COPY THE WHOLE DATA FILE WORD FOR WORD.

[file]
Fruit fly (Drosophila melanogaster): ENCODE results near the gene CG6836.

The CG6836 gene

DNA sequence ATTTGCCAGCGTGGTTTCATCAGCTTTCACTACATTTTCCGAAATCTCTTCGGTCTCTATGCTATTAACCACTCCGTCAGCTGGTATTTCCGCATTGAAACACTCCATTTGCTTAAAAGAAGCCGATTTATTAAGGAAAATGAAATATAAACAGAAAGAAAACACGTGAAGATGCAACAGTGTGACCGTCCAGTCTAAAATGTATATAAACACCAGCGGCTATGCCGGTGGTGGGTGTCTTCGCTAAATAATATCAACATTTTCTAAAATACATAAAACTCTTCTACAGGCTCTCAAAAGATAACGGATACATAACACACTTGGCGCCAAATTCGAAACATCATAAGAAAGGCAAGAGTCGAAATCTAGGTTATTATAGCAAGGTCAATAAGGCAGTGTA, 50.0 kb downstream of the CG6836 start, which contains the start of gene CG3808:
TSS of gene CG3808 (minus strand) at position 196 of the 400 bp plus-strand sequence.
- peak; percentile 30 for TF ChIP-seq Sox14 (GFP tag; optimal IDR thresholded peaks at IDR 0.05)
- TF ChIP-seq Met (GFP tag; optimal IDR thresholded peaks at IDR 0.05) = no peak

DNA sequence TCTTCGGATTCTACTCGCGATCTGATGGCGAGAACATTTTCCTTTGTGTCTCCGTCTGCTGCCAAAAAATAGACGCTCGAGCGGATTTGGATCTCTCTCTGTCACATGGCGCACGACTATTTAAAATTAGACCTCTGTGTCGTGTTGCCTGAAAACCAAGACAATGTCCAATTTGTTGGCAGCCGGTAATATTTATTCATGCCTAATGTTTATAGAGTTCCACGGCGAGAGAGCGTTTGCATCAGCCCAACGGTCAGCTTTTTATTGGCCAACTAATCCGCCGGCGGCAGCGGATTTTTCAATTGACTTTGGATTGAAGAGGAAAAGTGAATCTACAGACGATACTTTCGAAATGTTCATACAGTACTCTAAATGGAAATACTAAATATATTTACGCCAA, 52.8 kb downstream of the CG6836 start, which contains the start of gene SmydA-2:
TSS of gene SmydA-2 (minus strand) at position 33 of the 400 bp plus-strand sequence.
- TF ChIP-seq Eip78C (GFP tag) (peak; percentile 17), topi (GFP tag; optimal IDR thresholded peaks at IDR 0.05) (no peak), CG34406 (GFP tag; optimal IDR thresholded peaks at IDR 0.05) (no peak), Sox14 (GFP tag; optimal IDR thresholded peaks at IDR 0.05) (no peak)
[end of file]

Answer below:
Fruit fly (Drosophila melanogaster): ENCODE results near the gene CG6836.

The CG6836 gene

DNA sequence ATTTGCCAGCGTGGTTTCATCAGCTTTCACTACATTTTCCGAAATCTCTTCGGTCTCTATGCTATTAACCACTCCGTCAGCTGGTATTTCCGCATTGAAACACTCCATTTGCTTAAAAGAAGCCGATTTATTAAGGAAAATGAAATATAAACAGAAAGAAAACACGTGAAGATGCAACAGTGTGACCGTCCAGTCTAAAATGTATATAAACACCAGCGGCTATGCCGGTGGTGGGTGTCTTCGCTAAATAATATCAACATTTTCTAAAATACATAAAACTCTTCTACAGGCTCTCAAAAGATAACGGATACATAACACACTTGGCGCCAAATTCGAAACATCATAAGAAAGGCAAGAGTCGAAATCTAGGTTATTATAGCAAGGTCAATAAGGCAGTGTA, 50.0 kb downstream of the CG6836 start, which contains the start of gene CG3808:
TSS of gene CG3808 (minus strand) at position 196 of the 400 bp plus-strand sequence.
- peak; percentile 30 for TF ChIP-seq Sox14 (GFP tag; optimal IDR thresholded peaks at IDR 0.05)
- TF ChIP-seq Met (GFP tag; optimal IDR thresholded peaks at IDR 0.05) = no peak

DNA sequence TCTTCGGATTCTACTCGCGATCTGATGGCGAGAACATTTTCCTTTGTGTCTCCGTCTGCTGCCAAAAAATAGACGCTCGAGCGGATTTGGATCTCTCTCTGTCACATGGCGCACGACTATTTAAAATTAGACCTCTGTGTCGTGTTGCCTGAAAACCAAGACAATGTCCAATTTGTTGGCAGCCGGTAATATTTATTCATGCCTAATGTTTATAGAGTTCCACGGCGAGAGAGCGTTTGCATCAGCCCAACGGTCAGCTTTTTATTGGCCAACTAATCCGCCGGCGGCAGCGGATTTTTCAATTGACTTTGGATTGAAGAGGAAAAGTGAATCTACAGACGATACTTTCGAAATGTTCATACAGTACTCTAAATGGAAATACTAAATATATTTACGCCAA, 52.8 kb downstream of the CG6836 start, which contains the start of gene SmydA-2:
TSS of gene SmydA-2 (minus strand) at position 33 of the 400 bp plus-strand sequence.
- TF ChIP-seq Eip78C (GFP tag) (peak; percentile 17), topi (GFP tag; optimal IDR thresholded peaks at IDR 0.05) (no peak), CG34406 (GFP tag; optimal IDR thresholded peaks at IDR 0.05) (no peak), Sox14 (GFP tag; optimal IDR thresholded peaks at IDR 0.05) (no peak)